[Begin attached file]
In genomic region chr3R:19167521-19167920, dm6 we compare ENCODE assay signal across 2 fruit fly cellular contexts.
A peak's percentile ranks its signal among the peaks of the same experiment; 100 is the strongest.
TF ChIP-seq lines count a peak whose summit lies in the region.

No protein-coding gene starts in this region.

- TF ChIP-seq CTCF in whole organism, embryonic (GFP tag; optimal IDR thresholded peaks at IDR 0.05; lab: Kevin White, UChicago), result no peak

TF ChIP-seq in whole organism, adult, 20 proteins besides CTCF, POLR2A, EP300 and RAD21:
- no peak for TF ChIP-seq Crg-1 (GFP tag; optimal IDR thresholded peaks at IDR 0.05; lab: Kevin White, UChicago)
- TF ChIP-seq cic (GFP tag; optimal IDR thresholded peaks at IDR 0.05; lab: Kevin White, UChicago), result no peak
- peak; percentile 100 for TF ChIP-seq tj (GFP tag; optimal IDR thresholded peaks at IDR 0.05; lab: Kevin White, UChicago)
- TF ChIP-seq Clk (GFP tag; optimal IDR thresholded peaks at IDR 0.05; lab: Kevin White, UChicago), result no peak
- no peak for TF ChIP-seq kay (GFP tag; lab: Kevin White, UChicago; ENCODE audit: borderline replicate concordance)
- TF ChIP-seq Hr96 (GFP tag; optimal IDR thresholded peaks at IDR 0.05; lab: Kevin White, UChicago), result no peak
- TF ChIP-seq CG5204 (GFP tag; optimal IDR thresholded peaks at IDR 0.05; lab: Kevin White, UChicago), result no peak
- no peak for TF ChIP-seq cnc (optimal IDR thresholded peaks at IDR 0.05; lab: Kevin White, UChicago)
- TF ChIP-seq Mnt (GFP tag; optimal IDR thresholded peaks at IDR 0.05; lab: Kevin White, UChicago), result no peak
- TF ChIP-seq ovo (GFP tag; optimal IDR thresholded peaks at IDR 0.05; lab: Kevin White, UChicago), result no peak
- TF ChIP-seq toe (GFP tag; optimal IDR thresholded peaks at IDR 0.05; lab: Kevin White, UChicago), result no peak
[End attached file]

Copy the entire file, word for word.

In genomic region chr3R:19167521-19167920, dm6 we compare ENCODE assay signal across 2 fruit fly cellular contexts.
A peak's percentile ranks its signal among the peaks of the same experiment; 100 is the strongest.
TF ChIP-seq lines count a peak whose summit lies in the region.

No protein-coding gene starts in this region.

- TF ChIP-seq CTCF in whole organism, embryonic (GFP tag; optimal IDR thresholded peaks at IDR 0.05; lab: Kevin White, UChicago), result no peak

TF ChIP-seq in whole organism, adult, 20 proteins besides CTCF, POLR2A, EP300 and RAD21:
- no peak for TF ChIP-seq Crg-1 (GFP tag; optimal IDR thresholded peaks at IDR 0.05; lab: Kevin White, UChicago)
- TF ChIP-seq cic (GFP tag; optimal IDR thresholded peaks at IDR 0.05; lab: Kevin White, UChicago), result no peak
- peak; percentile 100 for TF ChIP-seq tj (GFP tag; optimal IDR thresholded peaks at IDR 0.05; lab: Kevin White, UChicago)
- TF ChIP-seq Clk (GFP tag; optimal IDR thresholded peaks at IDR 0.05; lab: Kevin White, UChicago), result no peak
- no peak for TF ChIP-seq kay (GFP tag; lab: Kevin White, UChicago; ENCODE audit: borderline replicate concordance)
- TF ChIP-seq Hr96 (GFP tag; optimal IDR thresholded peaks at IDR 0.05; lab: Kevin White, UChicago), result no peak
- TF ChIP-seq CG5204 (GFP tag; optimal IDR thresholded peaks at IDR 0.05; lab: Kevin White, UChicago), result no peak
- no peak for TF ChIP-seq cnc (optimal IDR thresholded peaks at IDR 0.05; lab: Kevin White, UChicago)
- TF ChIP-seq Mnt (GFP tag; optimal IDR thresholded peaks at IDR 0.05; lab: Kevin White, UChicago), result no peak
- TF ChIP-seq ovo (GFP tag; optimal IDR thresholded peaks at IDR 0.05; lab: Kevin White, UChicago), result no peak
- TF ChIP-seq toe (GFP tag; optimal IDR thresholded peaks at IDR 0.05; lab: Kevin White, UChicago), result no peak